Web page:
Whenever there is a change in the magnetic flux linked with a closed circuit an emf is produced. This emf is known as the induced emf and the current that flows in the closed circuit is called induced current. The phenomenon of producing an induced emf due to the changes in the magnetic flux associated with a closed circuit is known as electromagnetic induction.
Faraday discovered the electromagnetic induction by conducting several experiments.
Fig consists of a cylindrical coil C made up of several turns of insulated copper wire connected in series to a sensitive galvanometer G. A strong bar magnet NS with its the North Pole pointing towards the coil is moved up and down. The following inferences were made by Faraday.
- Whenever there is a relative motion between the coil and the magnet, the galvanometer shows deflection indicating the flow of induced current.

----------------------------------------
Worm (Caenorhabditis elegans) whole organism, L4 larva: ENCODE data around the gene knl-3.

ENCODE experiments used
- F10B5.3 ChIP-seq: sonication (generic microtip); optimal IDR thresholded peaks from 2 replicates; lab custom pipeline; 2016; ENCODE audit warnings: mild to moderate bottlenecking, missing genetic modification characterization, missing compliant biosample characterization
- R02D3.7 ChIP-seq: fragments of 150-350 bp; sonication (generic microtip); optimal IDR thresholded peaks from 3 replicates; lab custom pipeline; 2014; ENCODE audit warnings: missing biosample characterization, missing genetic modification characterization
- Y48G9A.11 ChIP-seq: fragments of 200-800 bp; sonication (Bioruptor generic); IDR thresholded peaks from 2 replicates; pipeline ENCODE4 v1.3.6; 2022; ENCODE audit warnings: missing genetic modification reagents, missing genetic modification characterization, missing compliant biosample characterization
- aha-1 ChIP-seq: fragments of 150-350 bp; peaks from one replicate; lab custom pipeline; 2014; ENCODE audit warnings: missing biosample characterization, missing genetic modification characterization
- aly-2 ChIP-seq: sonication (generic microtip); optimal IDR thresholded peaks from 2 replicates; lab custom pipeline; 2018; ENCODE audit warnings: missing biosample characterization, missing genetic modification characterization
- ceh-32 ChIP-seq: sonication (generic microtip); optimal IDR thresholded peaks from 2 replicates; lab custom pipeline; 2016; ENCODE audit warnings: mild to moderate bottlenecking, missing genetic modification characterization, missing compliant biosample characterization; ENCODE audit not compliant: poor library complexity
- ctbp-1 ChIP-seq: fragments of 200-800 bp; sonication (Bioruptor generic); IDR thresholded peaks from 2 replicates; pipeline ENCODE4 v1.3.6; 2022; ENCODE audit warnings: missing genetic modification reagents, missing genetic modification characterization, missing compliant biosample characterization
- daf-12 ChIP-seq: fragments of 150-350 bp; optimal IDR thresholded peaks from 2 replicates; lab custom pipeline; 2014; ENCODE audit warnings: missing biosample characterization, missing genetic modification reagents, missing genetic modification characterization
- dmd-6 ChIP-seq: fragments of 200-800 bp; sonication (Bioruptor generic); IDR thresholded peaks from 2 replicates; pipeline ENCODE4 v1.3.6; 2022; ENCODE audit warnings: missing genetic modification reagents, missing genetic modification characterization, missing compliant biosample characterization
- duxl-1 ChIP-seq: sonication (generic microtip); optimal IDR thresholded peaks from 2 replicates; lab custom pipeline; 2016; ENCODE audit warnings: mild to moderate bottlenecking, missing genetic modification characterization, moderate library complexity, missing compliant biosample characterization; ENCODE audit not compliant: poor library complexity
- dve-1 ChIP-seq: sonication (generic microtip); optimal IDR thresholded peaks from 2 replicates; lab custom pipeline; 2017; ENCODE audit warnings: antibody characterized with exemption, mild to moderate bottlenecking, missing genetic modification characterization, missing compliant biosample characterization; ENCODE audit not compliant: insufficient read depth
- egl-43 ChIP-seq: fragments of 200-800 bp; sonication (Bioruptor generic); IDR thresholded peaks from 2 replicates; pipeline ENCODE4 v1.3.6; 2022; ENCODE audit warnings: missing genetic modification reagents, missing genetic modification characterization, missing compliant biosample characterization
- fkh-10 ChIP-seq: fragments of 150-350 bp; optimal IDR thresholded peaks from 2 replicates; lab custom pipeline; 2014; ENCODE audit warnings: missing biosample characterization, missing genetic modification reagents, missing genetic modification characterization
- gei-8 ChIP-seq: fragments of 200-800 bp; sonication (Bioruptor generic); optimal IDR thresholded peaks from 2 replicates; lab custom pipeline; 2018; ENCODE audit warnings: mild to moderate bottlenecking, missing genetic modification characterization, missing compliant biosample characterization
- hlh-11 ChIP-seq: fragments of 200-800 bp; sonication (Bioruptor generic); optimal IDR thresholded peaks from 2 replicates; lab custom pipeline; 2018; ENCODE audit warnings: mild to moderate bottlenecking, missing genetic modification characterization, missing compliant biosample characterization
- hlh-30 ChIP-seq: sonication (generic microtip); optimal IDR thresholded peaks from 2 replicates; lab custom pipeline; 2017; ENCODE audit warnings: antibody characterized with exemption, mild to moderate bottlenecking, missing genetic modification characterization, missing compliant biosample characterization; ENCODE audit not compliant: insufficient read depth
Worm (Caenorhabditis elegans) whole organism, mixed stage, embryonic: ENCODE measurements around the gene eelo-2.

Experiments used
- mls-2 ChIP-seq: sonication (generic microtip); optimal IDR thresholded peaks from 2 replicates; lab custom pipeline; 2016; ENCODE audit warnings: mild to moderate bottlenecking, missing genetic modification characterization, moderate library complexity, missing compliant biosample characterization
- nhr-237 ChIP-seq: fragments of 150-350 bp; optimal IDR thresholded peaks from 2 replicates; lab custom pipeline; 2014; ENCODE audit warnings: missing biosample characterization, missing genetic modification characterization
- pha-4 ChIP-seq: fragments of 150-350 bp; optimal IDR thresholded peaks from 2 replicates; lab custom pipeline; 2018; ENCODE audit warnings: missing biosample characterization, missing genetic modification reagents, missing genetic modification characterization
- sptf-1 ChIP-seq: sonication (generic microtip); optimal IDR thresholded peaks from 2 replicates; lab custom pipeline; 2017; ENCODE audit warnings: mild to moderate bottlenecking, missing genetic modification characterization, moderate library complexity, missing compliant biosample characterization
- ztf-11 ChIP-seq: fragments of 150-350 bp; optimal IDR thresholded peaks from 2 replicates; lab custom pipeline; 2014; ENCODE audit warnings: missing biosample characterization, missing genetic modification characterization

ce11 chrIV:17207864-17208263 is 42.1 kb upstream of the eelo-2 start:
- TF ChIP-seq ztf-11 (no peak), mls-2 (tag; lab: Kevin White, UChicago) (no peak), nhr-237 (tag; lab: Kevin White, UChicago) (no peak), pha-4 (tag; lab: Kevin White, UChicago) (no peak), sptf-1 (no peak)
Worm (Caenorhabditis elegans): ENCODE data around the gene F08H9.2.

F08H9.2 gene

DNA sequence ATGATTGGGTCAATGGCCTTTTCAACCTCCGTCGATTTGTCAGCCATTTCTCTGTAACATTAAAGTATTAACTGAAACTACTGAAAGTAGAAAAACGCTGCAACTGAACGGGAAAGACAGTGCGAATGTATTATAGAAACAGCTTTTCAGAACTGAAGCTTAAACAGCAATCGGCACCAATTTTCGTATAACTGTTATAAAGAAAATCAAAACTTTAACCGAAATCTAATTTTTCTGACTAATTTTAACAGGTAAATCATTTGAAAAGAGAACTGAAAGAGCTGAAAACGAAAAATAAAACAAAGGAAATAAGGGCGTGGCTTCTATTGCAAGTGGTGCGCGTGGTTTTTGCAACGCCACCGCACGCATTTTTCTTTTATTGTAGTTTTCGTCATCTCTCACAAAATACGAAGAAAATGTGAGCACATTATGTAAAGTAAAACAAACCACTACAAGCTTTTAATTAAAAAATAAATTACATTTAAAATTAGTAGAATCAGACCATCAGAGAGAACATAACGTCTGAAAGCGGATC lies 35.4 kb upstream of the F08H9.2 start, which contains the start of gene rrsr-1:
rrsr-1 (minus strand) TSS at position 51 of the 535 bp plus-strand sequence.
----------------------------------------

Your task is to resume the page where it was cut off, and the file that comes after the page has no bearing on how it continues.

- The deflection is momentary. It lasts so long as there is relative motion between the coil and the magnet.
- The direction of the flow of current changes if the magnet is moved towards and withdrawn from it.
- The deflection is more when the magnet is moved faster, and less when the magnet is moved slowly.
- However, on reversing the magnet (i.e) the South Pole pointing towards the coil, same results are obtained, but current flows in the opposite direction.